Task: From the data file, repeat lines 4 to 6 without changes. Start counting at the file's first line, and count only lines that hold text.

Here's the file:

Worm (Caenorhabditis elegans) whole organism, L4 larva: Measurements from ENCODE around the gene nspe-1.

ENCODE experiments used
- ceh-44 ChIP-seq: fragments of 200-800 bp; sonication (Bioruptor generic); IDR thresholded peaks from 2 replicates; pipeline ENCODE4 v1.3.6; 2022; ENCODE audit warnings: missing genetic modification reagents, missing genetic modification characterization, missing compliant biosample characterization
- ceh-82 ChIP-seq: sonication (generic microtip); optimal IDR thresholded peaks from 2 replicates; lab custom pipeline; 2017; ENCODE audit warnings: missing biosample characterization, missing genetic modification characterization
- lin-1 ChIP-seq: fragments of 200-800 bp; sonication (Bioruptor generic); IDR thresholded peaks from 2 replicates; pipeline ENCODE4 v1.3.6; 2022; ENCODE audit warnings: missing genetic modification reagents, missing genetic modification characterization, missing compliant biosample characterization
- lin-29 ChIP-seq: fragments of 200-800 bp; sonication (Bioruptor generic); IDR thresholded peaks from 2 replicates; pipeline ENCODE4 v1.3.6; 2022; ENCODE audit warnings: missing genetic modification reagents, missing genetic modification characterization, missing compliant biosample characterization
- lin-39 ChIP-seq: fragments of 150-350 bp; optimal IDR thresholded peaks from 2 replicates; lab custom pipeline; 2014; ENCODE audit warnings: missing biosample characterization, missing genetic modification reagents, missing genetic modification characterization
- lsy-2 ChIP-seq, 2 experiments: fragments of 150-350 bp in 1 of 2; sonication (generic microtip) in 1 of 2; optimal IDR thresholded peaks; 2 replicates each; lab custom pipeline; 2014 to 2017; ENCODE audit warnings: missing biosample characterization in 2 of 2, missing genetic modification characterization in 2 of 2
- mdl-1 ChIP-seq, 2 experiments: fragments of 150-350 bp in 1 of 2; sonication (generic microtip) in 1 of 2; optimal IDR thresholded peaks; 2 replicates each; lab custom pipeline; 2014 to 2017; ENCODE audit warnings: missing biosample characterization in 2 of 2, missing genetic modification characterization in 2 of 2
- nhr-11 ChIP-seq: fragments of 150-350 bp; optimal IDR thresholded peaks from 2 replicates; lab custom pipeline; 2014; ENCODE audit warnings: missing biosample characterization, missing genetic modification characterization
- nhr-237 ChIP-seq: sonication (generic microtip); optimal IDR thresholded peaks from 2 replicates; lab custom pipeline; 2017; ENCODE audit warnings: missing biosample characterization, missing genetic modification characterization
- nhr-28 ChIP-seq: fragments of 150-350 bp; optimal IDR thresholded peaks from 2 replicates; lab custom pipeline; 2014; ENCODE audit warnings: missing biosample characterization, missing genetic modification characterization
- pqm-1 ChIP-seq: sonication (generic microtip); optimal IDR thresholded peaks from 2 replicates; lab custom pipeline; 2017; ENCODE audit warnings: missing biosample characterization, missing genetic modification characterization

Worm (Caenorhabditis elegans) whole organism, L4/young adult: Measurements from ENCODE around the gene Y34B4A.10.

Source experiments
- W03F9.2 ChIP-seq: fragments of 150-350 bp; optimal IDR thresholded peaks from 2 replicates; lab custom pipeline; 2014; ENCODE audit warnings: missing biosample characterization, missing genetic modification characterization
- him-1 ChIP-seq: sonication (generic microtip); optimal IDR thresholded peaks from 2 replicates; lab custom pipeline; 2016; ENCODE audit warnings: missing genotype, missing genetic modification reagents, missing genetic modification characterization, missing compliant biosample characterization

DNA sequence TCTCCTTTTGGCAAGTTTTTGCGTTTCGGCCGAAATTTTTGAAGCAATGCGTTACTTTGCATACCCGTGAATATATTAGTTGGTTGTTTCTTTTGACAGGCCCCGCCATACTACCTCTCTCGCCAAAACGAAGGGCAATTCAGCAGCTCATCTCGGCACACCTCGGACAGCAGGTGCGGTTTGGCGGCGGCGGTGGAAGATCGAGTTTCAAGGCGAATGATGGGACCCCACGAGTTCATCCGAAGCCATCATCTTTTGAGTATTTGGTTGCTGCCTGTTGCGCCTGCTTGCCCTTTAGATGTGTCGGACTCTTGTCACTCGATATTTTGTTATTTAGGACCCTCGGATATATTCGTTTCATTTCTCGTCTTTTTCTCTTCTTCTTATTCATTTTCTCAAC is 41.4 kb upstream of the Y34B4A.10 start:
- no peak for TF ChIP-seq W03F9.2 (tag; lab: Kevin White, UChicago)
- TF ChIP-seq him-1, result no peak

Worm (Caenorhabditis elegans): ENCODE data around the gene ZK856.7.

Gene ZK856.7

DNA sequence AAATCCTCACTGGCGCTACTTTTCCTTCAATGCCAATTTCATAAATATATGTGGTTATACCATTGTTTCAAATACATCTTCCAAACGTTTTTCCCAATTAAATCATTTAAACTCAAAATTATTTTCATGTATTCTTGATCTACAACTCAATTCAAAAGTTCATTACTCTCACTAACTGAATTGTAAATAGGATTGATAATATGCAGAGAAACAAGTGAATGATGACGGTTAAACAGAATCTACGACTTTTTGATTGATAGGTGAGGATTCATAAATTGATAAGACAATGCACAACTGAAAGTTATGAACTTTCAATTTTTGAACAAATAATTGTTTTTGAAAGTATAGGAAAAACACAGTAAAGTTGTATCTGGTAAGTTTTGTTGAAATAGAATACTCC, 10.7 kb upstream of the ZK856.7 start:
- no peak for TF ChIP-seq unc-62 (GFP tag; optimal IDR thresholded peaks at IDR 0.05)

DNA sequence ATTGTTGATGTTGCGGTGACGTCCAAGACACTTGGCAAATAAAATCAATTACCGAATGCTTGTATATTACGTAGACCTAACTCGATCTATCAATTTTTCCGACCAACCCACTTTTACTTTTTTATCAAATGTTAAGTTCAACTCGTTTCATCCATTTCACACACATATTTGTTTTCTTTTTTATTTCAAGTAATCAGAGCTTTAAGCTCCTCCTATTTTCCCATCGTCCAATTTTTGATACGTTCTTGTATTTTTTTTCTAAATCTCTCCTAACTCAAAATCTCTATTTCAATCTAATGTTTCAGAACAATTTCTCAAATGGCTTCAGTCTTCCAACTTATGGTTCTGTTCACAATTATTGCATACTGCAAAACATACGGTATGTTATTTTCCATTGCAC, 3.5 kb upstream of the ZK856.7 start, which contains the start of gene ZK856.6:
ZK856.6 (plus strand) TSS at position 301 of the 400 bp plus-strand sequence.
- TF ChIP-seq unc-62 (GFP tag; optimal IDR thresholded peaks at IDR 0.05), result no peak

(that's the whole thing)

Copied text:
- ceh-82 ChIP-seq: sonication (generic microtip); optimal IDR thresholded peaks from 2 replicates; lab custom pipeline; 2017; ENCODE audit warnings: missing biosample characterization, missing genetic modification characterization
- lin-1 ChIP-seq: fragments of 200-800 bp; sonication (Bioruptor generic); IDR thresholded peaks from 2 replicates; pipeline ENCODE4 v1.3.6; 2022; ENCODE audit warnings: missing genetic modification reagents, missing genetic modification characterization, missing compliant biosample characterization
- lin-29 ChIP-seq: fragments of 200-800 bp; sonication (Bioruptor generic); IDR thresholded peaks from 2 replicates; pipeline ENCODE4 v1.3.6; 2022; ENCODE audit warnings: missing genetic modification reagents, missing genetic modification characterization, missing compliant biosample characterization